HomeDiseaseCOVID-19Concerns over delay of COVID vaccine second dosage in Kenya, Africa

Concerns over delay of COVID vaccine second dosage in Kenya, Africa

The delay of the second dosage of the COVID-19 vaccine is causing concern as the first stock dwindles.

According to WHO, Kenya has used up 87 % of its AstraZeneca vaccine it got in March. The body said that delays in vaccine supplies risked opening the door to new infections in Africa as new stronger variants continue to emerge.

Worst-case scenario worries

The delay has led to concerns about the worst-case scenario unfolding in Kenya and other countries across Africa.

Rudi Eggers, WHO Representative in Kenya, told CNN that the situation where Kenya is set to run out of the vaccine in the coming days was ‘worrying.’

“It worries me,” Eggers said, “and very clearly, the second doses are not coming in time. What this means is that everybody who has been vaccinated until now will not get their second dose as planned.”

Dr. Willis Akhwale, head of Kenya’s vaccine task force, said that the situation could be worse than reported. Akhwale said that they hope deliveries would open in June, but India’s struggle with its dangerous wave means that even that is too optimistic.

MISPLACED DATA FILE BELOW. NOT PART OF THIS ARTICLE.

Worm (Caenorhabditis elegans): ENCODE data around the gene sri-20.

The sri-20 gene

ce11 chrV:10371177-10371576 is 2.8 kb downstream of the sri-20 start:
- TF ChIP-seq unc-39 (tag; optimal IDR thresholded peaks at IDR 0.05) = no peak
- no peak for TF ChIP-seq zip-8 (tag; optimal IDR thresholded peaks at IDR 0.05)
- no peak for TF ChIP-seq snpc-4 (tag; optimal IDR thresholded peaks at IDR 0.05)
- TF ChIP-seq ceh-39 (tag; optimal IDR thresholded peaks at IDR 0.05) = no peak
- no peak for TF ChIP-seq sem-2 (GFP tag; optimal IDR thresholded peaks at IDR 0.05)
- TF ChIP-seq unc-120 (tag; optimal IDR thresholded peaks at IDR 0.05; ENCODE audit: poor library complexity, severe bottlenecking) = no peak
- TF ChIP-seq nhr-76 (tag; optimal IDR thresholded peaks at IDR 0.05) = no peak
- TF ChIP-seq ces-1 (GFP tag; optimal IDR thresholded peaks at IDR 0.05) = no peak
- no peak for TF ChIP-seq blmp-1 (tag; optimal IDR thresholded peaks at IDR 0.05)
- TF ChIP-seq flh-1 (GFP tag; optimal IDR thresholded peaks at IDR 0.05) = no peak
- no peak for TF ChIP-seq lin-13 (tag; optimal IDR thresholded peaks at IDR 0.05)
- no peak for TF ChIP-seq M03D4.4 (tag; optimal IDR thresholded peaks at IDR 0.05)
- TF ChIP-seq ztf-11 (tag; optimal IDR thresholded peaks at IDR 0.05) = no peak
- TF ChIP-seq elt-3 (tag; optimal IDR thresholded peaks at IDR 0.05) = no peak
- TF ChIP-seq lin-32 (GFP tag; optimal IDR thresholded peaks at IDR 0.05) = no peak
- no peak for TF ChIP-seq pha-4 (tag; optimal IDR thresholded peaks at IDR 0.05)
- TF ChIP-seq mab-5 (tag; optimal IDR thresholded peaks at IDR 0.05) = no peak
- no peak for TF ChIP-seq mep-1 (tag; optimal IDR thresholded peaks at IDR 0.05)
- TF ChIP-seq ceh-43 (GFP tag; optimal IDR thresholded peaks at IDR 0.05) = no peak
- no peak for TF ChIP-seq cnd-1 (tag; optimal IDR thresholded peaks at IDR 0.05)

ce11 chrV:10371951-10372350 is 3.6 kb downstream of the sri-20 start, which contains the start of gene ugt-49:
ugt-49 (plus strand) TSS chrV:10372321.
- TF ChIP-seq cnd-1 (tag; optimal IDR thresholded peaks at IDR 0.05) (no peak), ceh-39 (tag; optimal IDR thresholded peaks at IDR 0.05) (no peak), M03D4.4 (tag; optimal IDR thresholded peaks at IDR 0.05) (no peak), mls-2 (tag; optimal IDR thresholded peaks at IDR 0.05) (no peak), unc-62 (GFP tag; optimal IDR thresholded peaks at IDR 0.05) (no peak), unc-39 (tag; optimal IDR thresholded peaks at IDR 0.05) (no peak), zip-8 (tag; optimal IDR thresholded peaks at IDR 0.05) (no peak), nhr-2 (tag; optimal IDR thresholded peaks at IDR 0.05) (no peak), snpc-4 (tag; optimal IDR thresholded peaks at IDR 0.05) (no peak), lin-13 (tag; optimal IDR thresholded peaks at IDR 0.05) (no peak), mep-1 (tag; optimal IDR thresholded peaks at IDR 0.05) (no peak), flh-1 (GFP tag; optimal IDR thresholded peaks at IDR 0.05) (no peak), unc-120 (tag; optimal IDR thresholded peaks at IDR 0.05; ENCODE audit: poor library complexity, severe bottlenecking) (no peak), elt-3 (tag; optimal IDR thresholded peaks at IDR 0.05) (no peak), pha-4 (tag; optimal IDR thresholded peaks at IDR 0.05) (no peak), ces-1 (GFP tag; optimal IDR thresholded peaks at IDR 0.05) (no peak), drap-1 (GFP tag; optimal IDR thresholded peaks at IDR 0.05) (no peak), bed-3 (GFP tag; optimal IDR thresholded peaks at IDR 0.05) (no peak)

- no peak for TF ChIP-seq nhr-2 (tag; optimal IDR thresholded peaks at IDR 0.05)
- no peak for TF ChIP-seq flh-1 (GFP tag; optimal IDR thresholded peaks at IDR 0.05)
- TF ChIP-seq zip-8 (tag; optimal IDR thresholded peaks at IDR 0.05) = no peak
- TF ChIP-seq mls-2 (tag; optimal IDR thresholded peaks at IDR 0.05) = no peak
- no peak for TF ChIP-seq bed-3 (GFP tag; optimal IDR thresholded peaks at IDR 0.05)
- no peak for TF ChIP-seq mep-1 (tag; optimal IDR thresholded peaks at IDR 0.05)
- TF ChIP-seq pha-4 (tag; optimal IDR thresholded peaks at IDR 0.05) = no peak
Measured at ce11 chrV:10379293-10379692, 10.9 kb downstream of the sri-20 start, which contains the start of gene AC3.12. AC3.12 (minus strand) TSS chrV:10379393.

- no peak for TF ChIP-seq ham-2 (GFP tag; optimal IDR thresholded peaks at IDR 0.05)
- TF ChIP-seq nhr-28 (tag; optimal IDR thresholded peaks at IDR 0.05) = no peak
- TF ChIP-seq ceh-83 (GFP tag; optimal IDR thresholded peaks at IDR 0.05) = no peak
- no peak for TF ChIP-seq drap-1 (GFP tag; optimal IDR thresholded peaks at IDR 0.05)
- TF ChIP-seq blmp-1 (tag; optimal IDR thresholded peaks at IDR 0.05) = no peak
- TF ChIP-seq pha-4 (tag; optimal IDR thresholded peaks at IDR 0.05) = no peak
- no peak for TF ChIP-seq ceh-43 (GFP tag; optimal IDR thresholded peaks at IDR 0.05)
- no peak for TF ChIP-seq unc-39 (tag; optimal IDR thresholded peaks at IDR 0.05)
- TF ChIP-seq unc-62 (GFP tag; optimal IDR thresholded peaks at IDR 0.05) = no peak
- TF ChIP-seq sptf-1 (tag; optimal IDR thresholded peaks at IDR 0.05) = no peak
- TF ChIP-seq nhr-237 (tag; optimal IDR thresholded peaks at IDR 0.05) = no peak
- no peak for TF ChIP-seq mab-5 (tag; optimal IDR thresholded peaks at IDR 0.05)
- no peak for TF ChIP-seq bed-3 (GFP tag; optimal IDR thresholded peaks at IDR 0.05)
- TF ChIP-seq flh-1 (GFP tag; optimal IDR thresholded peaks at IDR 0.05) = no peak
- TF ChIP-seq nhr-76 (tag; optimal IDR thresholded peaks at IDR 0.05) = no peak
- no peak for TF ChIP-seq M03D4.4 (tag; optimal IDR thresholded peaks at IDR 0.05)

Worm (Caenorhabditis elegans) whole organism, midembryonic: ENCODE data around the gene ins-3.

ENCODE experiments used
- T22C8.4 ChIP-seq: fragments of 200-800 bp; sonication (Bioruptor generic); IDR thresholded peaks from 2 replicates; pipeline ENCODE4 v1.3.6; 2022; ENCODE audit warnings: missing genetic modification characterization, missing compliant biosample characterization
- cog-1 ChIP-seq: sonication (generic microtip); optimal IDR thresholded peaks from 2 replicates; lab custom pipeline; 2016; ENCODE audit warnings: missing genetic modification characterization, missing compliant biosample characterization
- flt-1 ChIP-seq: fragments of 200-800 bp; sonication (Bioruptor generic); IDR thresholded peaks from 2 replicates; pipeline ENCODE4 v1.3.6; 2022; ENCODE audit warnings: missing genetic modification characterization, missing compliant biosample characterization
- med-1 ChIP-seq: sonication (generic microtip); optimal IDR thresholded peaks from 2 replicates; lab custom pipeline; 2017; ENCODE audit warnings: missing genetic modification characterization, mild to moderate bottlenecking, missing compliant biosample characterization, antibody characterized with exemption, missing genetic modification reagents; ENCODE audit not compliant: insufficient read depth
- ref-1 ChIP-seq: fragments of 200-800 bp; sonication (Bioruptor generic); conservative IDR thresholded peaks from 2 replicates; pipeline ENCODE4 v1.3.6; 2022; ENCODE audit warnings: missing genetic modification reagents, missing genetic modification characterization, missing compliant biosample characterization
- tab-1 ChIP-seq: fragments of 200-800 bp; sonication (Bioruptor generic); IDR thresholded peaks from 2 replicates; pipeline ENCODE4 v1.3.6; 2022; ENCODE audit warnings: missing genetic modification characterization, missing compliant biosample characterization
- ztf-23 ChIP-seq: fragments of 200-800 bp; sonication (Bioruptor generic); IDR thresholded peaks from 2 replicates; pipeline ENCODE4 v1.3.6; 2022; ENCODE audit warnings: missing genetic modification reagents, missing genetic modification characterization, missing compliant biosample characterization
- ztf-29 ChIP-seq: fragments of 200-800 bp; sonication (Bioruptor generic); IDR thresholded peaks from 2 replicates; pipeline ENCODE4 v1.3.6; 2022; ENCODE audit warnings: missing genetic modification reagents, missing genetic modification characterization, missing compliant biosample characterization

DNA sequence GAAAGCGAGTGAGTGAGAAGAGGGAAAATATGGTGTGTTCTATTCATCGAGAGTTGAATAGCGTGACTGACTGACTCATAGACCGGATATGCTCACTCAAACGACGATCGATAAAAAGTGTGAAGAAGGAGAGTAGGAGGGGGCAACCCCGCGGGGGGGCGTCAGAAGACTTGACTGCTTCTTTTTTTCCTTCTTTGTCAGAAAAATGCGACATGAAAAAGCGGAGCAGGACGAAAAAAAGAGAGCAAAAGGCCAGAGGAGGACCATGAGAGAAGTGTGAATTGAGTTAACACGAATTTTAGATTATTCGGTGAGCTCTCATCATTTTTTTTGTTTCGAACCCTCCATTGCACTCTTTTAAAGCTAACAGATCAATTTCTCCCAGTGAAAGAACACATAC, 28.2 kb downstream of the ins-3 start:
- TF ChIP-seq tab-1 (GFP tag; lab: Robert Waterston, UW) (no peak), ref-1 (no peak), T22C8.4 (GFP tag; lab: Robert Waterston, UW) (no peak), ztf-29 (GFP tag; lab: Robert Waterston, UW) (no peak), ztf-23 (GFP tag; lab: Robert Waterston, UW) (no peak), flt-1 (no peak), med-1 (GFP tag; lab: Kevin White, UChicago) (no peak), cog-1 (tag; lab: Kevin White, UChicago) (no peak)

“This is not a good situation,” Akhwale said, “It (vaccination process) started slowly but accelerated well. Now the demand for the vaccine is here, and if we don’t get adequate doses, it is going to impact our plan.”

Millions remain at risk

Already, frontline workers –  health workers, teachers and security guards, and people over 60, line the halls of hospitals, waiting for their first shot of the vaccine. Despite the efficiency in giving the vaccine in Kenya – over 900,000 doses given, the delay could thwart the efforts.

However, even then, a more significant problem remains. Despite the efforts by the government, millions remain at risk. Across the continent, it’s hundreds of millions. COVAX, the vaccine-sharing initiative, has faced logistical problems, with supply into the facility facing hurdles.

COVAX has supplied tens of millions of vaccines for free to lower-income countries, but that is way below their target, leaving many vulnerable.

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